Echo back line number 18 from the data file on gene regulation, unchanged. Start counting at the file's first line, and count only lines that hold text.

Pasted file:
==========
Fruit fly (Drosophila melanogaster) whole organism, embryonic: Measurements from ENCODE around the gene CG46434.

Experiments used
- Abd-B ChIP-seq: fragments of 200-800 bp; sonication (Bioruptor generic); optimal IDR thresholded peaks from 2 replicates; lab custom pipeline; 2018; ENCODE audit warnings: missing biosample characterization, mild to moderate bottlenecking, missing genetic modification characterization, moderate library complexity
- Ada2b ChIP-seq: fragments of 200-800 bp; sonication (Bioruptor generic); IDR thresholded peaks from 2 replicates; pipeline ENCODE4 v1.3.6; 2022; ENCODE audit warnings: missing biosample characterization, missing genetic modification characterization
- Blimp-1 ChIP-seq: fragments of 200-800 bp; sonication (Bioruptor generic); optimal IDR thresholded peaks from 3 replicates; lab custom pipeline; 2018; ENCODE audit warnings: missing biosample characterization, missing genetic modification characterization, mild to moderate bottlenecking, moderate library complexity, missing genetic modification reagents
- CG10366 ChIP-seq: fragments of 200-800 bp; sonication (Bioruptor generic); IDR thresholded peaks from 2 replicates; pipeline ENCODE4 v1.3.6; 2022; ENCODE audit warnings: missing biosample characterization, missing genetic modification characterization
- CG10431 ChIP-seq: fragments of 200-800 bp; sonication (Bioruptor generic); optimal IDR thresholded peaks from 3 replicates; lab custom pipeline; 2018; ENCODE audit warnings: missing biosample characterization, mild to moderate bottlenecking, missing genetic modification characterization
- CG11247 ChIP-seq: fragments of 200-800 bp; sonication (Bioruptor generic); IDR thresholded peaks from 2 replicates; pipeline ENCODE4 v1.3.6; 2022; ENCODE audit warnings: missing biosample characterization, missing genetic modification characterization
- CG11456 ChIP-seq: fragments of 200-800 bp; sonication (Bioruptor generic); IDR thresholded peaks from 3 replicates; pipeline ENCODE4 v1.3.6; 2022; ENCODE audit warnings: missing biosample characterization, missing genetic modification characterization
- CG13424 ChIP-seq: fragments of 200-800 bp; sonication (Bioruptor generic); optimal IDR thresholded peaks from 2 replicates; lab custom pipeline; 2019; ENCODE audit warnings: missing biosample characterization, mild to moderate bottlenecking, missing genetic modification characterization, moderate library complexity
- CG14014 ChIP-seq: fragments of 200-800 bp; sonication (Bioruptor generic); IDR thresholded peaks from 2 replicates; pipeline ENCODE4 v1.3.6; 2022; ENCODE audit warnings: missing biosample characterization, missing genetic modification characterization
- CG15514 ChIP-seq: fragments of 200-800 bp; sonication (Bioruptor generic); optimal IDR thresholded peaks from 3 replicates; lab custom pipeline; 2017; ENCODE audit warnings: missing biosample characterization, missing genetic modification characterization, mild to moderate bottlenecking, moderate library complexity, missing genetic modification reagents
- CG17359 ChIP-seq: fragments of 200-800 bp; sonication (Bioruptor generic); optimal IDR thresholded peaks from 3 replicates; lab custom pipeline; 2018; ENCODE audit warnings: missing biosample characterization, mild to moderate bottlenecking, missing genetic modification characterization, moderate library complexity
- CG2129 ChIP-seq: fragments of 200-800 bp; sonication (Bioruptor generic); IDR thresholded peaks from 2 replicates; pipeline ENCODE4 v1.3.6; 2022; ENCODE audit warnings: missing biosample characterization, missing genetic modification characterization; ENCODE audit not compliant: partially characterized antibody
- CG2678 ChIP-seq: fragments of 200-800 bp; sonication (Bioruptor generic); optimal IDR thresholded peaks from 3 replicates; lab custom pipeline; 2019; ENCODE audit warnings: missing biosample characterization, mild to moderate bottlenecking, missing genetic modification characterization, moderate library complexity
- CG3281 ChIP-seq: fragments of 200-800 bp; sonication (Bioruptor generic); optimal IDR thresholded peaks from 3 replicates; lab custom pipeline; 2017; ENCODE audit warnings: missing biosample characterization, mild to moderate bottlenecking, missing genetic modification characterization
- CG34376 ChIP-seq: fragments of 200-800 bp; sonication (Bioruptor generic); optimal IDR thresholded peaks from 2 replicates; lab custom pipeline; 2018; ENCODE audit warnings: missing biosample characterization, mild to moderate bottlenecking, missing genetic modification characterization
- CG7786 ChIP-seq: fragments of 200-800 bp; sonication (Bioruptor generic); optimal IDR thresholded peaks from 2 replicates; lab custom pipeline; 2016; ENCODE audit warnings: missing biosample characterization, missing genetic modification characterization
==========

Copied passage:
- CG7786 ChIP-seq: fragments of 200-800 bp; sonication (Bioruptor generic); optimal IDR thresholded peaks from 2 replicates; lab custom pipeline; 2016; ENCODE audit warnings: missing biosample characterization, missing genetic modification characterization